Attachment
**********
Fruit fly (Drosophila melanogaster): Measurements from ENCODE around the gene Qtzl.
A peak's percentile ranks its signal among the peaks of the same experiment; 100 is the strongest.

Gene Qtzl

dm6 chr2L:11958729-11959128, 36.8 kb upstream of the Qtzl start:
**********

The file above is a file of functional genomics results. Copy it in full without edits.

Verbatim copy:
Fruit fly (Drosophila melanogaster): Measurements from ENCODE around the gene Qtzl.
A peak's percentile ranks its signal among the peaks of the same experiment; 100 is the strongest.

Gene Qtzl

dm6 chr2L:11958729-11959128, 36.8 kb upstream of the Qtzl start: